Image for Melatonin (N-acetyl-5-methoxytryptamine)
Melatonin (N-acetyl-5-methoxytryptamine)

Synonyms/Common Names/Related Substances:

  • 5-Methoxy-N-acetyltryptamine, 6-sulfatoxymelatonin, acetamide, agomelatine, aMT6s, beta-methyl-6-chloromelatonin, BMS-214778, CAS 73-31-4, hypnotic, indole, luzindol, luzindole, mel, MEL, melatonia, melatonine, Melaxen®, melaxene, MLT, MT, N-2-(5-methoxyindol-3-ethyl)-acetamide, N-acetil-5-metoxitriptamina, N-acetyl-5-methoxytryptamine, neurohormone, ramelteon (CAS 196597-26-9, TAK-375), tryptophan.
  • Brand names: Accurate Release®; Appleheart Melatonin®; Circadin®; Inspired by Nature®; Mel®; Melatonin Controlled Release®; Melatonin Olympian Labs®; Melatonin Tablets®; Melatonin Time Release®; Melatonin-BioDynamax®; Melatonin-Metabolic Response Modifier®; Melatonin-New Hope Health Products®; Melatonin-Optimum Nutrition®; Melaxen®; Nature's Bounty®; Puritan's Pride®; Rozerem®; Twinlab® Melatonin; Valdoxan®.
  • Combination product examples: Melatonex® (vitamin B6); Melatonin Forte® (Piper methysticum, kavalactones, valeriana); Melatonin PM Complex® (vitamin B6, vitamin B2, vitamin B3); Melatonin spray® (gamma-aminobutyric acid, pyridoxal-5-phosphate); Super Snooze with Melatonin® (valerian root, hop, skullcap, chamomile, passion flower).

Clinical Bottom Line/Effectiveness

Brief Background

  • Endogenous melatonin is an indole neurohormone produced in the brain by the pineal gland, from the amino acid tryptophan (1), with regulation of day-night changes in synthesis regulated by changes in the activity of serotonin N-acetyltransferase (2). The synthesis and release of melatonin are stimulated by darkness and suppressed by light, suggesting the involvement of melatonin in circadian rhythm and regulation of diverse body functions. Levels of melatonin in the blood are highest prior to bedtime. Melatonin acts on MT(1) and MT(2) melatonin receptors located in the hypothalamic suprachiasmatic nuclei, the site of the body's master circadian clock.
  • Due to increases in melatonin levels at night, the most common use of melatonin is to aid in sleep. The uses of melatonin which have the strongest supporting evidence are delayed sleep phase syndrome, insomnia in children and the elderly, jet lag, and sleep disorders in individuals with behavioral, developmental, or intellectual disorders. The weakest evidence in support of melatonin is in relation to work shift sleep disorder. While this is promising and the subject of future clinical research, good evidence in support of melatonin for other uses is lacking.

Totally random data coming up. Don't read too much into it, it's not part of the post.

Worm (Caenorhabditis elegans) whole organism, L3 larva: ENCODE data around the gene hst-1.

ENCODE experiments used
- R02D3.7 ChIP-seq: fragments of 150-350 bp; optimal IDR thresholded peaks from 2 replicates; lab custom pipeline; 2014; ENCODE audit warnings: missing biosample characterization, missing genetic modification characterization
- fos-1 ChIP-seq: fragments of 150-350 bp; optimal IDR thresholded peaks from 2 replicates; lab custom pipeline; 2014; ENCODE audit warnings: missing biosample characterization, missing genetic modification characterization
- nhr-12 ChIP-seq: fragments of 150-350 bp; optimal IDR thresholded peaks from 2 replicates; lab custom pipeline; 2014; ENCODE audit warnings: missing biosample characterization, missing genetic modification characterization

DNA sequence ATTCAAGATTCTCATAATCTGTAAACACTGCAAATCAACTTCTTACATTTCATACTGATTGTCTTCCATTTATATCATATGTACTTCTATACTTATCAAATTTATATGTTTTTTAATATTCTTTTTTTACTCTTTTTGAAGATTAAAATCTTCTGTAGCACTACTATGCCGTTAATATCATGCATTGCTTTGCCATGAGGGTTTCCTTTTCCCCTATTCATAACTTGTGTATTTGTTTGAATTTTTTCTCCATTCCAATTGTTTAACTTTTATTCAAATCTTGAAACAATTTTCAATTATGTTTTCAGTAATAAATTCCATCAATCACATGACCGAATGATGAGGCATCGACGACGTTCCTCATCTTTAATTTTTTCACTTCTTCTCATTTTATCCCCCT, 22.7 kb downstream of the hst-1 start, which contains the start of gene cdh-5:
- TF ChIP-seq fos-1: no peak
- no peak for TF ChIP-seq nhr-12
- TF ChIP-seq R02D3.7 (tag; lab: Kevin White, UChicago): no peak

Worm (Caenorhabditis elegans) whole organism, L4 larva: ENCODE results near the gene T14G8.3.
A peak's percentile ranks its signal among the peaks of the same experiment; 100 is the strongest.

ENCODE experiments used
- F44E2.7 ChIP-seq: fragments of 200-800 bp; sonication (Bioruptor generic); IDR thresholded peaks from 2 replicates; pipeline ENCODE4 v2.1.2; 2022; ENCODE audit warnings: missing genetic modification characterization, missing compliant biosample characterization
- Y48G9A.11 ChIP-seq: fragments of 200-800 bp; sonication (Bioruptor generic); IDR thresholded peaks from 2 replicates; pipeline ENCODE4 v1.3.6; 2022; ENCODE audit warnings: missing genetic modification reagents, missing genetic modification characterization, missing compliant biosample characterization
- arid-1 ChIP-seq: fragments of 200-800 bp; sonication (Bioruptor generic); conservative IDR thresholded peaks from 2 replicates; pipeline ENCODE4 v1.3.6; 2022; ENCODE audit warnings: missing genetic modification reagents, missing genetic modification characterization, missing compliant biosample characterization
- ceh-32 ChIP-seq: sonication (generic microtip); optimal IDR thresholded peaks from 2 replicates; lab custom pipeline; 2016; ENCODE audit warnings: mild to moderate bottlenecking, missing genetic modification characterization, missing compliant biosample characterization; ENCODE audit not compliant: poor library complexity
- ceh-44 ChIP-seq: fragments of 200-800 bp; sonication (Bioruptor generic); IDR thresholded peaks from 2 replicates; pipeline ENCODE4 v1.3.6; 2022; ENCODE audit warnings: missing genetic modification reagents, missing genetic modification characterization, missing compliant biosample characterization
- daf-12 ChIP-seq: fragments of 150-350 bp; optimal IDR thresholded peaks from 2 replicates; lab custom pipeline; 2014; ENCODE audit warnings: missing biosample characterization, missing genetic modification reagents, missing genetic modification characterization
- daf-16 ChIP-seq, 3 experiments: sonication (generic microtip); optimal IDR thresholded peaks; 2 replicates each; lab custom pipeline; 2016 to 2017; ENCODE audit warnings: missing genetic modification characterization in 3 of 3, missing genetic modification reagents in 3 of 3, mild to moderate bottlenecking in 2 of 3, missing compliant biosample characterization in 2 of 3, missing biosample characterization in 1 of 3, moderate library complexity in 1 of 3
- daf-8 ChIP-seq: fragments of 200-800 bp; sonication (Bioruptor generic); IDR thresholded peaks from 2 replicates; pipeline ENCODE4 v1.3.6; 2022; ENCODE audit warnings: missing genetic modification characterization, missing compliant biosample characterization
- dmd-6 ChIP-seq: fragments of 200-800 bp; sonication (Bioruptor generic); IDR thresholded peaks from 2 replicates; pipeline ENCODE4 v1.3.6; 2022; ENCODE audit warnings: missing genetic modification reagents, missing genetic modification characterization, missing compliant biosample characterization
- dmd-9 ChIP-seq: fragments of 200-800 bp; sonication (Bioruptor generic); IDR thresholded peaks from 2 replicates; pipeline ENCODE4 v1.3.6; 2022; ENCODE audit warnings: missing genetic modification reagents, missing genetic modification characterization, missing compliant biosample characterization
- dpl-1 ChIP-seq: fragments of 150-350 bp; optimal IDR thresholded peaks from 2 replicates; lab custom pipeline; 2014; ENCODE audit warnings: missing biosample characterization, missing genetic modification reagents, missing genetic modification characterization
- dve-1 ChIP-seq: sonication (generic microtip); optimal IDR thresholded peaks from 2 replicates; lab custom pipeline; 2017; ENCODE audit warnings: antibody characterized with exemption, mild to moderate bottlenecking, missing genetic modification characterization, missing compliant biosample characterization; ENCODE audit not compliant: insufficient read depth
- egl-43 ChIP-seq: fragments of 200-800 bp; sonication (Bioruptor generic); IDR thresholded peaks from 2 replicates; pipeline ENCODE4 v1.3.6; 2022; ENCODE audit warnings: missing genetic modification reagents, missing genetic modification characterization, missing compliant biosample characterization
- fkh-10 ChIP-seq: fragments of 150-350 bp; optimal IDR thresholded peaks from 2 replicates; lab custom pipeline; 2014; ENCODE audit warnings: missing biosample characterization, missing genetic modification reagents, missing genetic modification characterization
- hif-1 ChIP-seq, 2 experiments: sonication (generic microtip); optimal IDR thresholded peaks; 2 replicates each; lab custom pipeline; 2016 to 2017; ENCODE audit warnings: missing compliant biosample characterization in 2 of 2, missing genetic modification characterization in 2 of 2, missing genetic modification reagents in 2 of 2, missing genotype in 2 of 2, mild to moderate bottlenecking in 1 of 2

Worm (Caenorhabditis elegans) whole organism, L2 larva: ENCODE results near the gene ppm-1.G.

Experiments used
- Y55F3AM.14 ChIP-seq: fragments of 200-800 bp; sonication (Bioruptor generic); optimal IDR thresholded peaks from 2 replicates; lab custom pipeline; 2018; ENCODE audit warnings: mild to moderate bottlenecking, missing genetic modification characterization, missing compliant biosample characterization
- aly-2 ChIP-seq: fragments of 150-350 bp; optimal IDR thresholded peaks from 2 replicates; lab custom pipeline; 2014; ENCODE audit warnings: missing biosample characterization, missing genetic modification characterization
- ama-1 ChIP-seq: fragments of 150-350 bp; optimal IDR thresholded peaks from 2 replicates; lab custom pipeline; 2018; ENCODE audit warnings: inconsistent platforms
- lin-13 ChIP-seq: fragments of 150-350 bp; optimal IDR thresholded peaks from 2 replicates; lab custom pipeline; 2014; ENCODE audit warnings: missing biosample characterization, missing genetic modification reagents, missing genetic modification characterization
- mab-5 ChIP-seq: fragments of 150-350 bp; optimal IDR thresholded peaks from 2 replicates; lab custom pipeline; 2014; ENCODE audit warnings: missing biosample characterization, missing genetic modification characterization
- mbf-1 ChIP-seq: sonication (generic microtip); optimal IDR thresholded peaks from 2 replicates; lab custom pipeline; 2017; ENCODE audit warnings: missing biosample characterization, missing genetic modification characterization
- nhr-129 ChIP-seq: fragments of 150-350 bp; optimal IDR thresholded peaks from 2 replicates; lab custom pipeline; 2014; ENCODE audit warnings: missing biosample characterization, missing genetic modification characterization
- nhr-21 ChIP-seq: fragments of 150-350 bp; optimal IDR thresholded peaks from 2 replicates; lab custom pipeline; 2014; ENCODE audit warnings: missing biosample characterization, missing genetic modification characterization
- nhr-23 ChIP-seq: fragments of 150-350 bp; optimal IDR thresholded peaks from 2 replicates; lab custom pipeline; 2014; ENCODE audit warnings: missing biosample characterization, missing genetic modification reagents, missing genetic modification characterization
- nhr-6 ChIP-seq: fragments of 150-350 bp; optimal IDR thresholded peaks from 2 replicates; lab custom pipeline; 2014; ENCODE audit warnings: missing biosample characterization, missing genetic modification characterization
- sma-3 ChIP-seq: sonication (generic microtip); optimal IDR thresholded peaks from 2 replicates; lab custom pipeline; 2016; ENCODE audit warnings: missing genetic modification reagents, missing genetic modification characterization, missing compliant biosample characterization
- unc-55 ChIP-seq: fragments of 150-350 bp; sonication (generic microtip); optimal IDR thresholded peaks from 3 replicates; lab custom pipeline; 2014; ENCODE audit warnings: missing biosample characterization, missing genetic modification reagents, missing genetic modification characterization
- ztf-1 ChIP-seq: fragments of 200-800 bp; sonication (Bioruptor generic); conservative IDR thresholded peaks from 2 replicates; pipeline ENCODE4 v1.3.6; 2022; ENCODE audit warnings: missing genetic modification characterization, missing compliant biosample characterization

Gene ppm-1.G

• New drugs that block the effects of melatonin are in development, such as BMS-214778 or luzindole, and they may have uses in various disorders (3;4;5). Ramelteon (Rozerem®) and agomelatine (Valdoxan®) (the latter not yet U.S. Food and Drug Administration (FDA) approved) are drugs that have a high affinity for the melatonin receptors MT1 and MT2, present in the suprachiasmatic nucleus, the circadian pacemaker (6). Melatonin agonists, such as beta-methyl-6-chloromelatonin, have also been studied (7). Details and clinical trials of these drugs are not included in this monograph.

Dosing/Toxicology

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Precautions/Contraindications

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Interactions

Most herbs and supplements have not been thoroughly tested for interactions with other herbs, supplements, drugs, or foods. The interactions listed below are based on reports in scientific publications, laboratory experiments, or traditional use. You should always read product labels. If you have a medical condition, or are taking other drugs, herbs, or supplements, you should speak with a qualified healthcare provider before starting a new therapy.

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Mechanism of Action

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History

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Evidence Table

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Evidence Discussion

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Products Studied

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Author Information

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References

Natural Standard developed the above evidence-based information based on a thorough systematic review of the available scientific articles. For comprehensive information about alternative and complementary therapies on the professional level, go to www.naturalstandard.com. Selected references are listed below.

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The information in this monograph is intended for informational purposes only, and is meant to help users better understand health concerns. Information is based on review of scientific research data, historical practice patterns, and clinical experience. This information should not be interpreted as specific medical advice. Users should consult with a qualified healthcare provider for specific questions regarding therapies, diagnosis and/or health conditions, prior to making therapeutic decisions.